Mark: I wonder what the others think. I wrote those words. What I had in mind was that we had gone to Zuccotti Park originally as demonstrators, when there was no indication this would be more than a few days of demonstration. It was a pretty interesting scene right from the beginning. But there was no need to choose a role. As it went on, we saw the dedication of the occupiers, often kids who were there day and night, who were creating a huge organization, and coming from all over the country. Then we had to think more about our role.
We thought we could be documentarians. That's what writers like us could do, to be like the the screenprinters or the computer and social media volunteers or the folks who who were lining up support from unions or musicians. We could get in touch with visual artists and poster makers and cartoonists, too. But we we had to become observers explicitly and deliberately. And line up more people's observations--from people we met at the park, and different networks of working groups, theorists, historians. We would do history on the fly, as it was happening.
Also, I should point out, a lot of the book is in diary form. That has its perils. It's different from formal reporting with its rules and boundaries. But you don't want people to think it means you've decided you're a significant player. We didn't want the use of "I" to seem to suggest we thought we were protagonists in the drama. We weren't. But we did want to put what credibility and goodwill we hold as professional writers and filmmakers and editors on the line for this, for each person to say: "This is only what I saw. But I saw it with my own eyes, and tried to reckon with it. Whatever propaganda you read elsewhere, this is what I felt and thought about. When I understood it right away, and more often when I didn't, and had to search for other perspectives." We remained observers for the sake of the Occupy! Gazette and the book, even if we were taking part in actions.
Sarah R.: To start, I'd like to correct one factual error made earlier: I was not there that first day on September 17. I had intended to go, I had plans to go. But instead I was at home in bed with a fever and a box of tissues. And even as I was disappointed that I was home that day, I felt fairly certain I wasn't missing anything I hadn't already seen. I'd been to many protests over the years and the same few hundred people would turn up and we'd march or stand around before heading home a few hours later and I'd kind of forget it ever happened.
In May, for instance, Astra and I attended a march with what we later discovered was more than 20,000 other people, even though we still wonder where they all were or if we had somehow bypassed the main event. Later, on the night of the 17th, I read about the day's activities-only 1000 people had come out. I went to bed feeling I hadn't missed much. And a few days would go by before I realized that in fact I had. I ended up writing a diary for the first Gazette, but it wasn't until plans for the second issue and the book were under way that I started to working in an editorial role.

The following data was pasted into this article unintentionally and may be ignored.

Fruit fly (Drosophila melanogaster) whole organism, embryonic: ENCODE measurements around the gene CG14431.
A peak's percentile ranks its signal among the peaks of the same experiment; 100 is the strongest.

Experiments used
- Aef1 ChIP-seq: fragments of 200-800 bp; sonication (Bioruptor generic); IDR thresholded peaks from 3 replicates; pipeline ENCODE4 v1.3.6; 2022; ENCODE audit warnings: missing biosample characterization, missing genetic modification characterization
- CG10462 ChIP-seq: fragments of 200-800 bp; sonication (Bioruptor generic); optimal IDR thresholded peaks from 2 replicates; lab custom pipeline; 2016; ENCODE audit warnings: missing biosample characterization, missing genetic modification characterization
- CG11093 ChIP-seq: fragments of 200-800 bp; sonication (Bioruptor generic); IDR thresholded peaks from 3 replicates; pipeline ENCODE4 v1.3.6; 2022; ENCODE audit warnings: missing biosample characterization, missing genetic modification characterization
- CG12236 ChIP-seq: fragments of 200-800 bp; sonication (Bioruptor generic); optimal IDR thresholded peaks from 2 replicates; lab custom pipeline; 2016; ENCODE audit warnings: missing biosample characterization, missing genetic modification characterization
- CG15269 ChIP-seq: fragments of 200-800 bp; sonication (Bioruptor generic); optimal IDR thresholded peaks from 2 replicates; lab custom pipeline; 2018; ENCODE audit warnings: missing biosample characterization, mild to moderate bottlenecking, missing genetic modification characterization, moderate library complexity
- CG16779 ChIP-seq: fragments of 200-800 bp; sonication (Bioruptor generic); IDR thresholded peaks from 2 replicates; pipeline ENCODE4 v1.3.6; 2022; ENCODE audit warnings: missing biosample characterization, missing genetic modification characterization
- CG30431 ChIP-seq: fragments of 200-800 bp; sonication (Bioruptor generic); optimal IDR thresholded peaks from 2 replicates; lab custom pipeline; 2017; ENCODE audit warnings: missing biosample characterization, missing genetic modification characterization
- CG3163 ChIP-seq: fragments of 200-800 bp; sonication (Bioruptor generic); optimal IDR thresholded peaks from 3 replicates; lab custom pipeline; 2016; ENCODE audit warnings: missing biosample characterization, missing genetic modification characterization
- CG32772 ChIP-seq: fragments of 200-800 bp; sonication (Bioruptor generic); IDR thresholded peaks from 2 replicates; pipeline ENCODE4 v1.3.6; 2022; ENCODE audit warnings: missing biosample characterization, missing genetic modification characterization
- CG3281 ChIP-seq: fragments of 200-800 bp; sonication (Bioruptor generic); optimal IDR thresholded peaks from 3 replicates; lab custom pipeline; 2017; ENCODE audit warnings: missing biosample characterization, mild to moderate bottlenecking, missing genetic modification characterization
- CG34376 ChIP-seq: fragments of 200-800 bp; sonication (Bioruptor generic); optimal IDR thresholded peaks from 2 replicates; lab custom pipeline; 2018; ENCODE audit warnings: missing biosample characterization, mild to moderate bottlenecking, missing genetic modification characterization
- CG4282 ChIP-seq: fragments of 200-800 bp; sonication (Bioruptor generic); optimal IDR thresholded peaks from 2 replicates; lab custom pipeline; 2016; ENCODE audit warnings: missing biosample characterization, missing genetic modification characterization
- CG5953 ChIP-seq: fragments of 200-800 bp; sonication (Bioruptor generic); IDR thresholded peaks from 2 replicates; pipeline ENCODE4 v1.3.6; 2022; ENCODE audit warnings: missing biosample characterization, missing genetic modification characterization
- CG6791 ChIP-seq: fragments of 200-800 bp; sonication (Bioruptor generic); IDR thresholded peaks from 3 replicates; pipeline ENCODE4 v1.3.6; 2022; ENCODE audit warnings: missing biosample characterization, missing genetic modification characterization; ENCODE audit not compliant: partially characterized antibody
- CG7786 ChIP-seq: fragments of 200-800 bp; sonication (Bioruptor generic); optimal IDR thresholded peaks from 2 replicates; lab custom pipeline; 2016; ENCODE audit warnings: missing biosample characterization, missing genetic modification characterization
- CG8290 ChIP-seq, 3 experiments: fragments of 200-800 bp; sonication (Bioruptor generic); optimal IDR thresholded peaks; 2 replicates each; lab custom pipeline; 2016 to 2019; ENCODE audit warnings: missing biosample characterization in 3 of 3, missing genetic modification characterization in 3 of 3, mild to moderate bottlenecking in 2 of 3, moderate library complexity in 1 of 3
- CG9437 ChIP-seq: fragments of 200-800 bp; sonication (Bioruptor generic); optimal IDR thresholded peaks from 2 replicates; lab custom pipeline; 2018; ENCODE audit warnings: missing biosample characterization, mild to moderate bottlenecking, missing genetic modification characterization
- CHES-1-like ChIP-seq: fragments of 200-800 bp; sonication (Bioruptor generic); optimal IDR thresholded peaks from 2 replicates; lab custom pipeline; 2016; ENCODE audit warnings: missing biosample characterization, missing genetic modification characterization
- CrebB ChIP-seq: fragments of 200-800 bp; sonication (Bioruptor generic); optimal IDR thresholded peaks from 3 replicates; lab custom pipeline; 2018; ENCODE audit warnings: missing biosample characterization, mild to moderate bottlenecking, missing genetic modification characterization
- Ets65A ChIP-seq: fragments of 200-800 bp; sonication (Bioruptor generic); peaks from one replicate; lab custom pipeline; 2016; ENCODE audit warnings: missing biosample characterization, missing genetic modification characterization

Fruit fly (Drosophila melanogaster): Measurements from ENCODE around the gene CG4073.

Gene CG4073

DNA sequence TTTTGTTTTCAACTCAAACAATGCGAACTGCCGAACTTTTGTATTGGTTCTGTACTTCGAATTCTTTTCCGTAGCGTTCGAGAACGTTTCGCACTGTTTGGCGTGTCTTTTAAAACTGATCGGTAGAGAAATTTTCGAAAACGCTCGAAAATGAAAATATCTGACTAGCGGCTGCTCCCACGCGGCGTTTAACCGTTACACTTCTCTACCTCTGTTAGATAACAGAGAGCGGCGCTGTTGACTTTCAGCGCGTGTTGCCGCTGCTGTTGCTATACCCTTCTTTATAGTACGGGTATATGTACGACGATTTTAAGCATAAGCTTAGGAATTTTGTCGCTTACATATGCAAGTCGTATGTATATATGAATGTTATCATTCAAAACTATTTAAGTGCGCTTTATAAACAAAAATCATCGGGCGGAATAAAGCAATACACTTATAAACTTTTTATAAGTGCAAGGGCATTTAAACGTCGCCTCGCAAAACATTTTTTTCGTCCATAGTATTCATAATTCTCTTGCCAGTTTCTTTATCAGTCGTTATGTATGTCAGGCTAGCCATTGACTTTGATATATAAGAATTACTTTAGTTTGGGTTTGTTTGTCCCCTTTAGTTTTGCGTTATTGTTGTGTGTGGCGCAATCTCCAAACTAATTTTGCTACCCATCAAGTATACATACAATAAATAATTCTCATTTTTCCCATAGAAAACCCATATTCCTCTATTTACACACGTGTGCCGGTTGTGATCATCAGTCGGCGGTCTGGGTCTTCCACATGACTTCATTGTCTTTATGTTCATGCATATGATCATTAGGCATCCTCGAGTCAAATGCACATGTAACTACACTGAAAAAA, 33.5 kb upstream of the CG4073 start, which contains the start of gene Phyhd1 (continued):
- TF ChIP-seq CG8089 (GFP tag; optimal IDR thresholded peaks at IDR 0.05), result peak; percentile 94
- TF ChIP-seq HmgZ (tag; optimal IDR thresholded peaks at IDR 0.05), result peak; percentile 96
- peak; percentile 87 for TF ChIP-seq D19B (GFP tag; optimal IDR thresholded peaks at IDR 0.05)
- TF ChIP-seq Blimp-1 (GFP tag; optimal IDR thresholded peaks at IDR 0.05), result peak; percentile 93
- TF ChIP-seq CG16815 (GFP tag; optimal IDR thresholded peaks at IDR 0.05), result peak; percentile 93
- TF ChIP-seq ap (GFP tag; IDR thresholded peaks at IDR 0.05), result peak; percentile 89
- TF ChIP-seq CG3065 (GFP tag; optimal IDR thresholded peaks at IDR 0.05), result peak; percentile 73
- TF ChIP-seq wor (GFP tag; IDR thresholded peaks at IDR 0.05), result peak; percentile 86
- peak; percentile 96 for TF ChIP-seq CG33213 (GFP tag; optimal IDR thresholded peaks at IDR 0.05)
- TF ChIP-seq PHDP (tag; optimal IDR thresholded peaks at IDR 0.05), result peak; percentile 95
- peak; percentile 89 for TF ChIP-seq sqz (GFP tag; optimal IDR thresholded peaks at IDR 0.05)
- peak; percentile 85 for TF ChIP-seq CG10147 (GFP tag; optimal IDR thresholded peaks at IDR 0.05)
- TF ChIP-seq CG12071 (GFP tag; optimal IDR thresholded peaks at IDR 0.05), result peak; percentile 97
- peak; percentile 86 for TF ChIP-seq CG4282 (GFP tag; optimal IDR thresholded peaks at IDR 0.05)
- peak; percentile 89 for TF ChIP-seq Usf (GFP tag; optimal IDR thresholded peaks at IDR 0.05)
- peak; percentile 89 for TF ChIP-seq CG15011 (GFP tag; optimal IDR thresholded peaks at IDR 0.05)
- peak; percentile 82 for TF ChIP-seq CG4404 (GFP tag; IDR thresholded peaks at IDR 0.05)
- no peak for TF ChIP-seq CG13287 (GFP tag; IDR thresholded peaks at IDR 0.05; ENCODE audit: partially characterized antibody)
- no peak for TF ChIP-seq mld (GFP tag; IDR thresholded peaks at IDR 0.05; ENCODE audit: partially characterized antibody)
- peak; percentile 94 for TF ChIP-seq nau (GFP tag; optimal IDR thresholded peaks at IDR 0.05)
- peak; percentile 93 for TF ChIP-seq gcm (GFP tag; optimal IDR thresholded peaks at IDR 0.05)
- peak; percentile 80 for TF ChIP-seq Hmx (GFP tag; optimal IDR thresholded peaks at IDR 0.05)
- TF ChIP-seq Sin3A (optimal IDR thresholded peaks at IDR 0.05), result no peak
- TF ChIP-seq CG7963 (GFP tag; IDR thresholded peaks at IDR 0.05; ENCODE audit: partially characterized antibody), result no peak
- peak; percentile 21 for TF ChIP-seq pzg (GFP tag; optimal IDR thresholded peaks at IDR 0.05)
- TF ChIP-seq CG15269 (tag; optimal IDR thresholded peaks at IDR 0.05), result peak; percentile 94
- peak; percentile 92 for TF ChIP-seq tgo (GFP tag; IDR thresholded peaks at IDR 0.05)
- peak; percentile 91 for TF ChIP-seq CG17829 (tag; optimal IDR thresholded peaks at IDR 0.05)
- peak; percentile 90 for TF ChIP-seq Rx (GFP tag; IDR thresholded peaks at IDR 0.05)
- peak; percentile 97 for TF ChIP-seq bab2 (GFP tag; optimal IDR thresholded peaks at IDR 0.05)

Which brings me to the question about the Preface. Mark explains our position well, though I'll add that I'm not sure observation and participation need to be understood as dichotomous. I've always interpreted the line about our becoming "observers more explicitly" as an eventual decision to treat our role as observers with more care and seriousness and dedication, though never at the expense of participation (except when closing an issue of the Gazette, which demands a lot of time at home on the computer). I've considered myself an active participant all along: I attended the same meetings and marches and actions I would have otherwise. But becoming an observer did mean directing a different kind of attention at the movement, one that is diligent and wholly immersed and boundless in a way. In fact, to some extent becoming observers meant broadening the scope of our involvement in the movement-to attend even more meetings and actions. And for me I know it also meant very deliberately following conversations on Facebook and on Twitter, and reading as much as possible whenever possible. I absolutely agree with Mark though when he says that for the sake of the Gazette we remained observers. Because even as we were taking part in actions, we were never the people organizing them, and we were never the significant players, and it was important that this would be apparent to our readers.
You are all rushing to complete the third issue of Gazette right now. This will be the first issue since Liberty Square and most of the other major occupations were cleared out. The movement is far from dead - in fact, it is evolving in exciting ways - but do you feel your role as media-makers and documentarians has shifted in any way?
Keith: I guess I think we're participant-observers. Sarah R. and Astra are sure as hell both attending a lot of meetings, though it's true there are even more meetings out there, and more meetings beyond that. But OWS has been really good so far about keeping itself open in a kind of perpetual meeting that you can join at any time. Naturally the number of participation points you get is directly proportional to how much time and effort you put in--but OWS has managed to keep the various expanding circles involved, I think, with the hope of expanding them further.
As an editor and writer, I've never felt so involved with a readership: n+1, when we started it, was an attempt to write the history of the present as it was happening, but there's always been a kind of delay or disconnect--which is ok--but here it felt like we were really doing it. When they came to the park in the middle of the night and kicked everyone out, that was our readers they were kicking out! We've continued handing out the Gazette in the park during GAs, and at 60 Wall Street, and also around the city--though it's not like it used to be, when we could drop 700 copies off at the Info Desk and they'd be gone in a couple of hours.
I think the issue of the Gazette we're working on now (#3) is a little more historically minded than the others have been--we're looking back at other movements of the past--the anti-nuclear movement of the 1980s, ACT-UP, even the New School occupation from 2008, to see how they dealt with adversity and kept their spirits up.
Carla: I would just add in response to the first question that while we all have our own explanations what it felt most like was a truly spontaneous project. As Mark said, we wanted to read about what we heard and saw-and since we collectively had the resources to write and solicit and edit and publish, creating the thing we wanted to read became almost like an obligation. Although most of us already knew each other, as a group we really solidified around wanting and together having the ability to make that happen.